Parathas smelling of ghee and atta (wheatflour) being unwrapped from a sheet of ghee (clarified butter) stained newspaper, beneath a huge neem tree, uncontrollable giggles and laughter coming together with urge to share that paratha, oozing with the love of mothers who wake up early in the morning to cook tiffins for their children – that’s what comes to my mind every time I make these ajwain parathas.
My mom never used to make them, because she never knew how to. I remember eating them from the lunch boxes of friends, who would generously share them with me, and whose moms would ever so lovingly keep an extra one so that they could be shared, and their own child is not left hungry (….oh for the love of a mother)
Those were days when, I dont know how, however much you ate, you still were hungry!
I remember we used to start from the first subject early in the morning, passing around tiffin boxes hidden below books and past the eyes of the teacher. There would be a noise of hushed whispering in the class, and understood glances amongst classmates, one hand circling the tummy and the other one in a gesture to pass the box.
I am smiling as I am writing this, and if my classmates read this they will too.
Wow, they were truly good old days. I miss my school and my class mates. Those years will always hold a very special place in my heart, and so will the people who stood close to me during those years. Food even then made memories for me.
Over the years, and getting married into a North Indian family I learnt how to cook these incredibly flavourful parathas. Hot, salty parathas, cooked in nothing but ghee, and smothered with a dollop of Kissan Mixed Fruit Jam and rolled up conveniently to bit into as you go. This is my personal favourite take away from home. Truly, there’s something addictive about this sweet and salty combination, freckled with the mild bitterness of the carrom seeds.
If you have never tried this, please do, and you will certainly be returning back for more!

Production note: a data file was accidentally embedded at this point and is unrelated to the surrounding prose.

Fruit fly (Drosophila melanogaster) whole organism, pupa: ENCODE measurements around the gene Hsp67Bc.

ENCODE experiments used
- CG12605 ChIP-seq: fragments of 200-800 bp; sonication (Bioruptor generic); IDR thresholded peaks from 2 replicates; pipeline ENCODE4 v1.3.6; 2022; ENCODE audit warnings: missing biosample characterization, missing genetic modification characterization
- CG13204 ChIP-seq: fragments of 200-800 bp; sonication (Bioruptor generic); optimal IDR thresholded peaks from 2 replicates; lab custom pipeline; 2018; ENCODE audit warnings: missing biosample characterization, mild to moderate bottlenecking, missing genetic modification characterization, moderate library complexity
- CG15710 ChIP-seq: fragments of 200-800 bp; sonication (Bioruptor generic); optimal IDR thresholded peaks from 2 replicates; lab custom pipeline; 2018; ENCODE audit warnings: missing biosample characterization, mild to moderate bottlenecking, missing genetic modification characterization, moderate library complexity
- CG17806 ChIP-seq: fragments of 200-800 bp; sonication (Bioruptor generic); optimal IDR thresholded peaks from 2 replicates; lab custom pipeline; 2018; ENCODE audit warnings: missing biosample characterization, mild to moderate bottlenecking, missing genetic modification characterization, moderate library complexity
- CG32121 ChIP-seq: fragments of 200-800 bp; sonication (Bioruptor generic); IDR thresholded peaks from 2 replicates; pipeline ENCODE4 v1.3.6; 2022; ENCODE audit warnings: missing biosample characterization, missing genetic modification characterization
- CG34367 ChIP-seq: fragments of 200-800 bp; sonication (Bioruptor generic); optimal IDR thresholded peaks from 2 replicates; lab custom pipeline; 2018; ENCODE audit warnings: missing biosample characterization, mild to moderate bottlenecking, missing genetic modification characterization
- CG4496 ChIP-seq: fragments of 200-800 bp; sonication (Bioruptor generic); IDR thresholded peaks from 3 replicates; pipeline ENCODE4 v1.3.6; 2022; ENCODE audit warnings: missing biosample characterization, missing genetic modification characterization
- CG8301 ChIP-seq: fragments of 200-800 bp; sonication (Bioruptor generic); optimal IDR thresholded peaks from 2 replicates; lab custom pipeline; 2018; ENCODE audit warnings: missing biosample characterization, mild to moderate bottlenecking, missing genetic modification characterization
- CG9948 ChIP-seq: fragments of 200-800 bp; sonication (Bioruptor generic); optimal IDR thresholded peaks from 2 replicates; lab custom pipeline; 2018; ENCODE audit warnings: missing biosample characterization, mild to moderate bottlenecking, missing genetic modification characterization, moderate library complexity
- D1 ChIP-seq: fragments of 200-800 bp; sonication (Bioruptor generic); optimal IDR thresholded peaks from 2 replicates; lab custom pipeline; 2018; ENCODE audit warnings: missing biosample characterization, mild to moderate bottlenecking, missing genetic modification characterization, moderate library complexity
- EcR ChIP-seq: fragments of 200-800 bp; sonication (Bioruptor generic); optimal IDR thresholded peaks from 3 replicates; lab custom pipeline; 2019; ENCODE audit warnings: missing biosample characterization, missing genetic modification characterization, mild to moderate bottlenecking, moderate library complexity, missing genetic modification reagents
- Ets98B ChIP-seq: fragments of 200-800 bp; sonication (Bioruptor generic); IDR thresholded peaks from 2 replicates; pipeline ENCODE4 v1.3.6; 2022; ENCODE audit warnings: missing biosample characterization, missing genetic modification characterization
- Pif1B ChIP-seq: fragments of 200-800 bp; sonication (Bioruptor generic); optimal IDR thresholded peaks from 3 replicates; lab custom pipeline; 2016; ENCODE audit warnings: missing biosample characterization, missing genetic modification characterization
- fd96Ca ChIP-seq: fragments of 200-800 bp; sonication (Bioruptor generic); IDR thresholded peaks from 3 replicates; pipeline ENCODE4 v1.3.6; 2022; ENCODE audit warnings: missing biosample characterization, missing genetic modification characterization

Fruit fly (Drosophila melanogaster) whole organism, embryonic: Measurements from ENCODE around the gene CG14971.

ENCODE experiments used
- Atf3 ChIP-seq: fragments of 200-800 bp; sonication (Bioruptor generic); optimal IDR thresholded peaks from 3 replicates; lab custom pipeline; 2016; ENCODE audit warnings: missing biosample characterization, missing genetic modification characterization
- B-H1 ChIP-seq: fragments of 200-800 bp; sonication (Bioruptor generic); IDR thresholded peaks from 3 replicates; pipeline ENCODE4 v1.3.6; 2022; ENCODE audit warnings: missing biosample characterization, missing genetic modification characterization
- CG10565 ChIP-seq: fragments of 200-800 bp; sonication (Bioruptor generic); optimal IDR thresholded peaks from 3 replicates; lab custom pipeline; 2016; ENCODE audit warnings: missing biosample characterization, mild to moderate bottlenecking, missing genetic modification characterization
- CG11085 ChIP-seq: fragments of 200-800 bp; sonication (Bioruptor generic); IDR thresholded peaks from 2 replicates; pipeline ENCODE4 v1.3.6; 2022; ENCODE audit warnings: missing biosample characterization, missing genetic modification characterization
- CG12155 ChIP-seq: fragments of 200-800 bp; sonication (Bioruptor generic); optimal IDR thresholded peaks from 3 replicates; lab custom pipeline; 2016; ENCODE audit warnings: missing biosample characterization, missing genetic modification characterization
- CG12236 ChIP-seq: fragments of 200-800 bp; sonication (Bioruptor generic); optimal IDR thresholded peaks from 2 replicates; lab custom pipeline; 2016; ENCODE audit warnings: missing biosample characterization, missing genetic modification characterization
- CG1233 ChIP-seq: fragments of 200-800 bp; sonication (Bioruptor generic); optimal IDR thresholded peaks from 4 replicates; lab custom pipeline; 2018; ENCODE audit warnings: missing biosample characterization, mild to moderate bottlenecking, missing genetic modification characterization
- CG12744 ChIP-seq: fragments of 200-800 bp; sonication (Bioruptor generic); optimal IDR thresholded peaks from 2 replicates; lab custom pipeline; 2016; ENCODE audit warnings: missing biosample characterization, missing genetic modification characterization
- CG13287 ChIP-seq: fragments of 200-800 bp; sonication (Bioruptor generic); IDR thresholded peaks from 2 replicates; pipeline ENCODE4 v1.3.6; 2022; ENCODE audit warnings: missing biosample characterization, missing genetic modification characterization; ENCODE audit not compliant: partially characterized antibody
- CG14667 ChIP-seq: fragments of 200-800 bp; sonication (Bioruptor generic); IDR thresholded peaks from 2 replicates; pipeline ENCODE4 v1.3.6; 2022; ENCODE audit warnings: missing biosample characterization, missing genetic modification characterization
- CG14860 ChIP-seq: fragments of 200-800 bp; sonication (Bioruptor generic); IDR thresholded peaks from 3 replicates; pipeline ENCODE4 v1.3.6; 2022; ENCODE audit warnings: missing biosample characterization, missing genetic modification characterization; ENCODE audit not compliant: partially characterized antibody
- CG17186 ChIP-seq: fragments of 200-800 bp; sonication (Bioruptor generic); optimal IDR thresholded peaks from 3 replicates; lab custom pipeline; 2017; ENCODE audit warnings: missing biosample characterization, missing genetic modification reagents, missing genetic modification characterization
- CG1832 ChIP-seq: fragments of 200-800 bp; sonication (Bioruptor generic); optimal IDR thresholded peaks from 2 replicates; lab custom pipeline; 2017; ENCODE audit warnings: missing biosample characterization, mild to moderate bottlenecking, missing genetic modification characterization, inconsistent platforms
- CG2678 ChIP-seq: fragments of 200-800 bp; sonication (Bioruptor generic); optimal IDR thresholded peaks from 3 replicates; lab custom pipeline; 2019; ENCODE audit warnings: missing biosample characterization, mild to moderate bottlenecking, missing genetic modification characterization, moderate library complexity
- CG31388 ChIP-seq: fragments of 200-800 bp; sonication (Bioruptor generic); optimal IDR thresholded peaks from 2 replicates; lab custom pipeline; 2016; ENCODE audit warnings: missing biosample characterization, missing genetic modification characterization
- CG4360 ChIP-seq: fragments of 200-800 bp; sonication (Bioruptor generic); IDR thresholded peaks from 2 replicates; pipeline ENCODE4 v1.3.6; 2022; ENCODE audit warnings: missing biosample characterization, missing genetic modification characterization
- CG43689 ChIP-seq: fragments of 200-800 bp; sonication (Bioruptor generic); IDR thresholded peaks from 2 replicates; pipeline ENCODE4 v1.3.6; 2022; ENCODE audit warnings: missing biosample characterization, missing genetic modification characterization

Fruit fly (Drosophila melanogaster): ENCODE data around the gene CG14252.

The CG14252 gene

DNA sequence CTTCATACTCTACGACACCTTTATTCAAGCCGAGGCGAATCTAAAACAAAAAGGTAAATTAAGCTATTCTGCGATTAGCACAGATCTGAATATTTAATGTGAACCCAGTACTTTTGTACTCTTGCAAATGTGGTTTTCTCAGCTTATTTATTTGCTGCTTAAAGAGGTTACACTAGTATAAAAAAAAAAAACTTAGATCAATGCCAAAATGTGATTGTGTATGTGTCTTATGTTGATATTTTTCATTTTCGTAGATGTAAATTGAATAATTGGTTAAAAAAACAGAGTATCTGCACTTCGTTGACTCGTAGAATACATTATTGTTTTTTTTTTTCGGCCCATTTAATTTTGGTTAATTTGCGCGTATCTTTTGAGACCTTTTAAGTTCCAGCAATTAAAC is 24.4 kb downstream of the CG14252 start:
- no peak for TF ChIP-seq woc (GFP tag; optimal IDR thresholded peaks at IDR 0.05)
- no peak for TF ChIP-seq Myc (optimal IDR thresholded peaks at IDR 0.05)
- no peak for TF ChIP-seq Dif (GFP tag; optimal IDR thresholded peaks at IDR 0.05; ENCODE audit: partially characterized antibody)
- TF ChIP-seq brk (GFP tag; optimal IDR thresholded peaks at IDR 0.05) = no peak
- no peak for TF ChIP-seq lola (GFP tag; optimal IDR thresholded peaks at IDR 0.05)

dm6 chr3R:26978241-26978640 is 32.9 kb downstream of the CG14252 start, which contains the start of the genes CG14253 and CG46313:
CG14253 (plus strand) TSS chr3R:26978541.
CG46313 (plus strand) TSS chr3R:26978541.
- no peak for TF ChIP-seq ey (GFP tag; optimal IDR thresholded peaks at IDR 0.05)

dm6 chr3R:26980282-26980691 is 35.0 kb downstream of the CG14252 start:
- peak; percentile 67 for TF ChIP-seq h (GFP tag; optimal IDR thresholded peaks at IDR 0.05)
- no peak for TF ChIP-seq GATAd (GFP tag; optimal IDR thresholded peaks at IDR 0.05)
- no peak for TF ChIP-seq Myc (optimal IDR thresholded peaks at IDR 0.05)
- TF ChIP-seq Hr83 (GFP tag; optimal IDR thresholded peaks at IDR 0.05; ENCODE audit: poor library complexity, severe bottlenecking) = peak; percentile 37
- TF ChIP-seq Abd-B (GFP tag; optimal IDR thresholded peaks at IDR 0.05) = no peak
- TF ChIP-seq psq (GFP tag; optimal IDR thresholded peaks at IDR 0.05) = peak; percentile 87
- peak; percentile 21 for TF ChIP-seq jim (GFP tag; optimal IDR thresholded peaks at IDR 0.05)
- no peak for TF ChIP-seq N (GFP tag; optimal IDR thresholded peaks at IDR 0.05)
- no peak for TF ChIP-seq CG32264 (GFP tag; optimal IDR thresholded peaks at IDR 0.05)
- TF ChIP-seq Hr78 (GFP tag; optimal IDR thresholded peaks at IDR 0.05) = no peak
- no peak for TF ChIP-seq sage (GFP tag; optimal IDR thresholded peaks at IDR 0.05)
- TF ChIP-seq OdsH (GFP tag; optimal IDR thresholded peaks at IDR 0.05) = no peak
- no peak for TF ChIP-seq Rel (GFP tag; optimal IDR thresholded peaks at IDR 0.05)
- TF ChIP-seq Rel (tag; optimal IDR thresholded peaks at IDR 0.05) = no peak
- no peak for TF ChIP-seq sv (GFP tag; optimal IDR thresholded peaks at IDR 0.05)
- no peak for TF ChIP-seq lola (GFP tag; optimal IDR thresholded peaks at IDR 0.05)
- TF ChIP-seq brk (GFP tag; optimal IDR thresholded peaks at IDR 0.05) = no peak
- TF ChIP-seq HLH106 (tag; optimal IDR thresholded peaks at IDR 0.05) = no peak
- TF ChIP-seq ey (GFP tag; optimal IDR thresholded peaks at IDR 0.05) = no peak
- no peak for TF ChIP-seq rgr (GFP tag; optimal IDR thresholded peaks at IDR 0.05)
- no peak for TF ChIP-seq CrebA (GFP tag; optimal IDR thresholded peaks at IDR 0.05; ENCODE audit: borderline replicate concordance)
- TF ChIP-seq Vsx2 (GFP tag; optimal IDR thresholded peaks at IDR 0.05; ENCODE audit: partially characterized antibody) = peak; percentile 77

Now coming to the recipe. It might look complicated, it might even read herculean, you might not get it perfect the first few times, but stay put, you will get there …….
Time taken – 1 minute per paratha
2 cups wheatflour (kneaded into a smooth soft dough allowing time to rest for about 10 minutes)
salt (a pinch per paratha – more or less as you like)
ghee (1 tspn per paratha – more or less as you like)
ajwain / carrom seeds a pinch (more will make it bitter)
Take a ball of the kneaded dough and roll it into a flat bread / roti
Now spread some ghee over it, sprinkle salt and then sprinkle the seeds
Using a serrated knife cut the roti into strips
Now carefully place one strip on top of the other – this might seem tough but do it patiently and you will get there. Dont try and pick up speed at this stage because then you will not get the layers.
Once the stacking is done, lay down the stack on the rolling pin and roll it starting from one end of the layers. At this stage the layers should be towards you.
Once the pinwheel is formed firmly press the edges and gently press the pinwheel down.
Now gently flatten it again with the rolling pin using a little more flour for dusting.
Cook this on a flat griddle pan or tawa and once both sides are cooked spread ghee and allow to crisp up a little bit till golden.
There you have it……as good as it gets. Simple yet delicious. Enjoy this with any curry. I had a friend at work whose daily breakfast were these parathas with super sweet dahi (yoghurt), and I would invariably be at her desk to have a bit of all that love that went into the making. If I didnt reach there one day, she would give me a buzz on the extention or just save a bite for me. That was so incredibly sweet of her. That’s how food bonds people. I dont even know where she is today, but I remember her kohl laced eyes and a big grin as I am writing this.